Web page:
Commonly, the criminals spoof the email account of an established vendor and request the company wire all future invoice payments to an alternate, fraudulent account. Or they hack an executive’s internal email account and send an urgent request for a funds transfer directed to the criminals’ account.

“BEC scams have evolved beyond the fraudulent transfer of funds,” says Jessica Greene, vice president, treasury management fraud at Huntington. “During the last tax season, criminals targeted human resource departments posing as company executives requesting employee W2 information via email. This information was then used in a variety of identity theft scams#.”

Account takeover is a growing concern for businesses as well. In account takeover, a fraudster gains control of a customer’s account and places an order shipped to him instead of the true account holder. Since only the shipping address changed on the order, merchants rarely identify it as fraudulent.

According to data from Forter’s 2019 Fraud Attack Index, Account Takeover (ATO) has remained high, increasing by 45% by the end of 2018 compared to the beginning of 2017Ұ.

Tips to Help Prevent Business Email Compromise Payment Fraud

  1. Be suspicious of requests for secrecy or to take action quickly.
  2. Don’t rely on email when requests are made to change payment instructions. Verify using a known phone number.
  3. Beware. Criminals attempt to make emails look legitimate by using the name and logo of a real company.
  4. Look for poorly worded messages and grammatical errors.
  5. Remember that government agencies will never request a wire transfer.
  6. Watch for phrases “code to admin expenses” or “urgent wire transfer” found in many fraudulent communications.
  7. Create an environment where staff members feel comfortable voicing concerns when they think something is amiss.
  8. Implement a dual approval process to verify whether the transfer should occur.
Why does it Matter?

The potential financial loss from an attempted or actual payment fraud can create a serious hardship for a company.

Thirty-one percent of businesses that responded to the AFP survey as having experienced payment fraud reported potential losses of $250,000 or more. And a staggering 12% of those expect potential losses of $2 million or more.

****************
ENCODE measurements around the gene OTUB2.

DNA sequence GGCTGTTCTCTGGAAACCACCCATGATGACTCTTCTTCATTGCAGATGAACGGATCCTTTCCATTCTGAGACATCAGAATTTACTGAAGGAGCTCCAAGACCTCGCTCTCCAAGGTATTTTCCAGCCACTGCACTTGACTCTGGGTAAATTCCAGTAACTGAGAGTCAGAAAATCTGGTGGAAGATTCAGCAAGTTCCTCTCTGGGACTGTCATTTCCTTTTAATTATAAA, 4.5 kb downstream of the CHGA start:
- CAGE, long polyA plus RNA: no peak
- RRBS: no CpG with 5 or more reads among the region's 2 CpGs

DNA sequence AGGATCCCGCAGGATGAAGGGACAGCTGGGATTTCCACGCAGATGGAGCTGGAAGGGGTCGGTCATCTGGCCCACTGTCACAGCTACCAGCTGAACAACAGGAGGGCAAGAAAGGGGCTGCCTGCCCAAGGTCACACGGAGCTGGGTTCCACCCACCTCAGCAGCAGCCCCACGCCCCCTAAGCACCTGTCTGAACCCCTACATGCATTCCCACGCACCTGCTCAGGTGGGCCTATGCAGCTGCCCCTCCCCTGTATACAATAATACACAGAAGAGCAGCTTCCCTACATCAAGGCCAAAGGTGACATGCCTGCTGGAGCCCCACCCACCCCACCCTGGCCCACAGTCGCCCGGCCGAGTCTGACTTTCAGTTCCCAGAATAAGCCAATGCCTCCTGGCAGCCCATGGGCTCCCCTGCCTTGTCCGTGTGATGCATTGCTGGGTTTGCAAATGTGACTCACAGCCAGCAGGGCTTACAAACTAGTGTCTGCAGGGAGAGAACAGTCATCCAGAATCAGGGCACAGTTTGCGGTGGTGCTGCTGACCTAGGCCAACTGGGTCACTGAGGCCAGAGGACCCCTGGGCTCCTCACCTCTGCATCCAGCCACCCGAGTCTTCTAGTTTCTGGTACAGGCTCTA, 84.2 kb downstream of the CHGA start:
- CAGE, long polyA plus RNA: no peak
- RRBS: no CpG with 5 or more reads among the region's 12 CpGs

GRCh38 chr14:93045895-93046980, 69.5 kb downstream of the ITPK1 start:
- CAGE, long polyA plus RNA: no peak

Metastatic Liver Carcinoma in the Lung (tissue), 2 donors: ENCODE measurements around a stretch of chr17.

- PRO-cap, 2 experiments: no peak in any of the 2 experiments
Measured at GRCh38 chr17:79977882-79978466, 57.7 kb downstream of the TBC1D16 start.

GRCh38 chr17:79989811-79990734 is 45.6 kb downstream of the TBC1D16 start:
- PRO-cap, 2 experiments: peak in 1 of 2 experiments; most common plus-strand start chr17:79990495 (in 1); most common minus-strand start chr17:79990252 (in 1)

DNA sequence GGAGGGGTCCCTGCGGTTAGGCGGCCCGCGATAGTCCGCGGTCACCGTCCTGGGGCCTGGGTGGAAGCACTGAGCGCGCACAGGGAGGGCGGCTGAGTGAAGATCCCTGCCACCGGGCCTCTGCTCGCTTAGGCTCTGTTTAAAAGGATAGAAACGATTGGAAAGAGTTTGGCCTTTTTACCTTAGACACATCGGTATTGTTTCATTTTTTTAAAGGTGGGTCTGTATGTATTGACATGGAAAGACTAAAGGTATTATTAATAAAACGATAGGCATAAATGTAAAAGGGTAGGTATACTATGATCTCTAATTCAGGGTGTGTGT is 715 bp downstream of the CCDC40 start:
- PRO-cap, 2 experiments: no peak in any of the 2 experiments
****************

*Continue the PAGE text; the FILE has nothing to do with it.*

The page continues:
“It’s not just about the stolen money,” said Will Carlin, D & O and cyber product manager for Huntington Insurance. “Many businesses don’t even consider that the cost also includes lost productivity from staff shifting focus to investigating the incident and any technology investments or process remediation that is required to prevent future fraud¥.”

31% of surveyed businesses

that experienced payment fraud reported $250,000 or more in potential loss.

Plus, fraud can expose your confidential business and personnel information, which can impact your organization’s reputation and put your valued employees at risk.

“Most companies focus on the immediate monetary loss. But there’s a reputational risk to payment fraud,” said Sutor. “If other companies don’t believe payments are safe, they may shy away from doing business with you§.”

Bottom line: Not having protection against fraud leaves an organization exposed to unnecessary risk and expense.

What can you do?

Companies cannot be complacent in their efforts to manage and mitigate payment fraud. The most important step is to create a plan.

“Businesses need a fraud plan in place to know exactly what steps to take when an incident happens. For example, do you know who to call first if you experience fraud? You should,” said Sutor. “We’ll help you figure it out §.”

Your bank can be a great resource for advice and assistance in establishing your payment fraud plan.

“A knowledgeable institution, like Huntington, can help a business establish a proactive defense,” said Greene. “Over the years, we have helped many clients deal with payment fraud attacks. Using that experience, we have developed products and services that can help organizations of all kinds minimize their exposure#.”

Perspective
“Fraud mitigation should be part of your overall payment strategy, and your financial institution should guide you when planning for this scenario and when proposing other ways to help protect your company.
Adriana Hastings